Puplick said the stands taken by Alexander Downer and Marise Payne were consistent with the values they had demonstrated throughout their parliamentary careers. Downer had shown no hesitation in appointing homosexual people to key diplomatic posts and had played a key role in international HIV/AIDS initiatives, he commented. However, he would not be drawn on the question of the prime minister’s performance during the Heffernan affair.

I think at the end of the day what you can say is that everybody has been shown in their true light, he said.

HOW THEY STOOD
 

Alexander Downer

The Minister for Foreign Affairs was one of the first to distance himself from Senator Heffernan’s allegations. When people -¦ use parliamentary privilege they should always remember that privileges bring with them responsibilities and if you are going to attack people who are out of the political sphere it’s very important to have evidence to back that up, Downer said.

 

Marise Payne

Senator Marise Payne (NSW) made perhaps the strongest statement on the Heffernan affair of any Liberal MP -“ and did so without words at all. Senator Payne absented herself from the chamber during a vote calling for Senator Heffernan to apologise for his allegations against Justice Kirby. The vote was passed by 32 votes to 30.

 

Christopher Pyne

The member for the South Australian seat of Sturt, who has been in parliament since 1993, told ABC’s Lateline program that Senator Heffernan would be accused, probably quite rightly of abusing parliamentary privilege if his allegations proved to be false.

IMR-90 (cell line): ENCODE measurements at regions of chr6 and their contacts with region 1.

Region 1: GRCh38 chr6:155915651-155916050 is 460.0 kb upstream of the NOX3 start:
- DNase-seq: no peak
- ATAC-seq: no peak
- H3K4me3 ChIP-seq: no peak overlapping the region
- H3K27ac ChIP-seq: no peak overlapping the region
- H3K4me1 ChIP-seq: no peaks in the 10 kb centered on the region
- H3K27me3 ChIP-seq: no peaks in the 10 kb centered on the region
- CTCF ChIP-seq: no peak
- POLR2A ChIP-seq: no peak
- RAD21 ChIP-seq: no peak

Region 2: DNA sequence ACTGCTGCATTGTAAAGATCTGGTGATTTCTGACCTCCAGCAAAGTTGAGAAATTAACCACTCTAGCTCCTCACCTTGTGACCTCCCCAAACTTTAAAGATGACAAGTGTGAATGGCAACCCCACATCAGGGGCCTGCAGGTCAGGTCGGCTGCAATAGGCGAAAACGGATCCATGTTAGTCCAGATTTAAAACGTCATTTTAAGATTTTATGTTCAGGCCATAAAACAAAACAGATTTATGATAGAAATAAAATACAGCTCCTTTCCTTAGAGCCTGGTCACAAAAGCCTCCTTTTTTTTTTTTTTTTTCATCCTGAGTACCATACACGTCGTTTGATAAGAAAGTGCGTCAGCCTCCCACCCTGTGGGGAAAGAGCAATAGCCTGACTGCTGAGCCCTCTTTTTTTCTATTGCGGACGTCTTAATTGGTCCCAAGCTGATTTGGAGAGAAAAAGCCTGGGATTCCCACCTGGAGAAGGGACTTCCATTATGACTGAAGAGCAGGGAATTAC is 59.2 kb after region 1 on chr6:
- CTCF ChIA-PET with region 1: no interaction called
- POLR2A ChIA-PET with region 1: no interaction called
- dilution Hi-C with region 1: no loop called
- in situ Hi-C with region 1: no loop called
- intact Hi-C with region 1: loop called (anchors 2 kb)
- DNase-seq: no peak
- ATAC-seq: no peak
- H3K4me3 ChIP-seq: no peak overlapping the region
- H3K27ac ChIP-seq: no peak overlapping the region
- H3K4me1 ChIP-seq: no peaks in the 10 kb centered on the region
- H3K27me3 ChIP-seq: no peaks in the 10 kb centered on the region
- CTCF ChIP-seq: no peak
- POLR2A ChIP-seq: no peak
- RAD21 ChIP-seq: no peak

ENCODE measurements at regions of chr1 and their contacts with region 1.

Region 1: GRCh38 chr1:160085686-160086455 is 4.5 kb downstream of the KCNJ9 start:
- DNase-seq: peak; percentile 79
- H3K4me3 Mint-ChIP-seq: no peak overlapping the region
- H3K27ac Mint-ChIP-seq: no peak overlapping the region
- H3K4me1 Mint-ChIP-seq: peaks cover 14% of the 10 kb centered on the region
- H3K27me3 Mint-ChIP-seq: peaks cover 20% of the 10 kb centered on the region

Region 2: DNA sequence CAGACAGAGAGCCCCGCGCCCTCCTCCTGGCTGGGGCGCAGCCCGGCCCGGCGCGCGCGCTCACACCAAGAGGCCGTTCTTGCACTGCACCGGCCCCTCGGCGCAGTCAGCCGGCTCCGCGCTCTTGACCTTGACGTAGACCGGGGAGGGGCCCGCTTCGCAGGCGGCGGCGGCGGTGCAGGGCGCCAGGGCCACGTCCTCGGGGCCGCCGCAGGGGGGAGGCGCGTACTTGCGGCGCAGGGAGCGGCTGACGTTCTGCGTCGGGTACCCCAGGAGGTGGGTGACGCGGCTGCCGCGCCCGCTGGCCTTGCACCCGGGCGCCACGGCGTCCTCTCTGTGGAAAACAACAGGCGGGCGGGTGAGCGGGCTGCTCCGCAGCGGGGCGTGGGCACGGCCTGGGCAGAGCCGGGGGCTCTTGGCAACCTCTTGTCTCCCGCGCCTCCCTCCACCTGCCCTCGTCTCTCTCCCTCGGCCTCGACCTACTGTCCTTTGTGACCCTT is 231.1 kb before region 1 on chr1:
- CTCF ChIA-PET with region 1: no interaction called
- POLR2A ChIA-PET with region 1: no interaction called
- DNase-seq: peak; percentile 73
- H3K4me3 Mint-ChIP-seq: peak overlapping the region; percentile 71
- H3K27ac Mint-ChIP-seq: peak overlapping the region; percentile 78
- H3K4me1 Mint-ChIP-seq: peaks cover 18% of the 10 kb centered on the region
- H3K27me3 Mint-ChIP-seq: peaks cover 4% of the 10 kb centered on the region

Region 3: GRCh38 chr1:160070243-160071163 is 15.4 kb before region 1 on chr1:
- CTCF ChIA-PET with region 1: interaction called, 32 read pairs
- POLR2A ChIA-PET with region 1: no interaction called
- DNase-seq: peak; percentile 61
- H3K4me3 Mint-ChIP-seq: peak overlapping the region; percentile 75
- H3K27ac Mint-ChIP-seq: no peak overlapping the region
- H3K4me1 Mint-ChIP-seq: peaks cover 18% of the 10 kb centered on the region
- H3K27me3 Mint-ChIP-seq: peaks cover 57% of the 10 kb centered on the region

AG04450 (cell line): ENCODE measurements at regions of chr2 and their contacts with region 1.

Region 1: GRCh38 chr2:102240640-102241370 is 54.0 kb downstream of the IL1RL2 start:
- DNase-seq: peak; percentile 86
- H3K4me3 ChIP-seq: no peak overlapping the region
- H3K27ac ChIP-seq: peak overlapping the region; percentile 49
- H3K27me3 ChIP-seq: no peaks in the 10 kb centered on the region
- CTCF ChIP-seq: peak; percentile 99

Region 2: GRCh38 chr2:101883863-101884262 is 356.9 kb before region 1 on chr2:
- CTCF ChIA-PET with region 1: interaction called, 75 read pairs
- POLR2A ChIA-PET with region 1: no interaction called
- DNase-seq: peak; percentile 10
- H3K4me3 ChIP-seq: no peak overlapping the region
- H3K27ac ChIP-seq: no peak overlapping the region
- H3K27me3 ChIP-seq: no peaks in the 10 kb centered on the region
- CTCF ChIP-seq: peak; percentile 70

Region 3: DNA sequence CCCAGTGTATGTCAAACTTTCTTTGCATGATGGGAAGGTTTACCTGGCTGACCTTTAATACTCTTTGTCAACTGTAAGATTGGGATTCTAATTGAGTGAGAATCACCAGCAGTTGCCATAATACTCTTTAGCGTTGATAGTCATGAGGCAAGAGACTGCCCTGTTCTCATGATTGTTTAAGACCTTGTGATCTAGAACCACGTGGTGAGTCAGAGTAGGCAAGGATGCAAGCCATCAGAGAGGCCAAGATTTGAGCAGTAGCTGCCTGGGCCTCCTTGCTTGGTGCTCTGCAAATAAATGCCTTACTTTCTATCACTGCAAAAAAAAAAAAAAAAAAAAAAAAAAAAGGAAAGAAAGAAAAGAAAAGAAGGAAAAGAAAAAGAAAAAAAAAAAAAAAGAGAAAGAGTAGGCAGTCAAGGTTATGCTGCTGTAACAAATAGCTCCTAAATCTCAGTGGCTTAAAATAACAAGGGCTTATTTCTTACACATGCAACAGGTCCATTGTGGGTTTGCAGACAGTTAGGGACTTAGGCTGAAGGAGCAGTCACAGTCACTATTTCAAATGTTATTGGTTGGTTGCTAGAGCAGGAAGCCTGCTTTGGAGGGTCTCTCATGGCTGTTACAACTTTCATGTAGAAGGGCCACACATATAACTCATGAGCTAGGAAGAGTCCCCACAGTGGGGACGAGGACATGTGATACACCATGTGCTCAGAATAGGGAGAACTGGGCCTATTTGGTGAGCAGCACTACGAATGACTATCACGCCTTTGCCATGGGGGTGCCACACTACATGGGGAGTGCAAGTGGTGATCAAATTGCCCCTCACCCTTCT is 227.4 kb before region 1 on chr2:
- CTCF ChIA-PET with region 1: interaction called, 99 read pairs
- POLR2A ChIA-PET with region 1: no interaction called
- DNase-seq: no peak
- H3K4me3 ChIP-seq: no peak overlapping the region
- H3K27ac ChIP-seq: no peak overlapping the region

Peter King

The member for Wentworth, who entered parliament after last November’s election, told Sydney Star Observer last week that public officials and community leaders must ensure that discussion about the serious issue of child sex abuse is based on fact, not prejudice.

 

Piers Akerman

Media reports on the Heffernan allegations and aftermath have varied in tone from the supportive and reasoned to the wildly homophobic.

While many reports deserve analysis, the egregious diatribe from Sunday Telegraph columnist Piers Akerman in last Sunday’s edition deserves special mention.

Akerman claimed that within the past decade, the organisers of Sydney’s homosexual parade have accepted support from NAMBLA [North American Man Boy Love Association], the largest paedophile comfort group in the US.

The claim has enraged board members of Sydney Gay and Lesbian Mardi Gras and many within Sydney’s lesbian and gay community.

Mardi Gras board member Jennifer Wilson said that it was not in Mardi Gras’ interests to support NAMBLA as the policies and aims of the two groups were incompatible.

The Mardi Gras board would be writing letters of complaint to the editor of the Sunday Telegraph and to the Press Council, Wilson said.

Someone who dances on the line of vilification is someone who is going to slip, Wilson said of Akerman. We have to be ready when he does slip.